My colleague Charles Bladen and I have just had this paper published in the journal ‘Events Management’.  In the paper, we are argue that Events Management degrees need re-examining, to ensure that they are helping students to develop the kinds of skills and attitudes that employers, and society need.  You can read the abstract below and, if you’d like to read our paper but you don’t have access, please get in touch.

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“This article discusses whether event management can yet be classified as a bona fide profession, how staff working in the industry can be effectively professionalized, and how professional university education programs can be better designed to achieve this end. The article discusses the findings and limitations of some of the existing literature concerning professionalism within event management, and whether event management can yet be wholly described as “a profession” according to conventional definitions. The event management profession and event management education are discussed in terms of improving pedagogy in relation to the requirements of event industry practice. Finally the work concludes that the challenges of educating future event professionals require a rethink of events education so as to develop more reflective practice.”

Responsible Events

I recently gave a talk on ‘Responsible Events’ at the Event Horizons conference in Cornwall.  You can see the presentation below.  ‘Responsibility’ is a new way of thinking about sustainability.  In this presentation, I argue that ‘sustainability’ has been the least successful policy agenda of the last 50 years.  Top-down policies, frameworks and industry standards haven’t delivered sustainable events or helped us to make global development more sustainable in general.

Sustainable-events

The concept of responsible events puts the emphasis on what the events industry is good at: bringing people together, using technology creatively and producing amazing experiences.  Instead of implementing dry management standards to brand events as ‘green’, we should be designing events that help event managers and event customers to share the responsibility to create positive impacts on the environment and society.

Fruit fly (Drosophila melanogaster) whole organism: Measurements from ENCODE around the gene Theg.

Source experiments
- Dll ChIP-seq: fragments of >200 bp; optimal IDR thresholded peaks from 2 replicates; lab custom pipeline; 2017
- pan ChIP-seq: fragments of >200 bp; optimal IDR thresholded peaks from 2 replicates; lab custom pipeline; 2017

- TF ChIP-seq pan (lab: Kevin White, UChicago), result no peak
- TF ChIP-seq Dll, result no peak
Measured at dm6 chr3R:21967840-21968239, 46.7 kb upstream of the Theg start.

The presentation below was originally just made up of images – text has been added.

2 Events Management academic posts at the University of Greenwich

We’ve just advertised two posts in Events Management in our department in the Business Faculty at the University of Greenwich.

Our Greenwich campus
Our Greenwich campus

We’re looking for two lecturers or senior lecturers to join us to help deliver our successful Events Management BA and MA programmes and also to be part of the team launching our new BA Hospitality Management degree.

We have an exciting department, with a large student body studying Marketing, Events, Tourism and PR and a research group with staff carrying out research and publishing in all of these areas.  Our campus is on the gorgeous World Heritage Site in London, just down the road from the O2 and across the river from Canary Wharf.

You can read the full job description and apply here.  The closing date for applications is 28th February 2014.

Event Horizons 2014

I’ll be speaking at the Event Horizons conference in Falmouth, Cornwall, next week. The conference run from 6-7 February and will be bringing together the regional cultural and events sectors to explore two key issues – digital technology and sustainability. I’ll be speaking on 7th February on the topic of ‘responsible events’ and taking part in a panel discussion about the key issues facing the events sector in the next twelve months.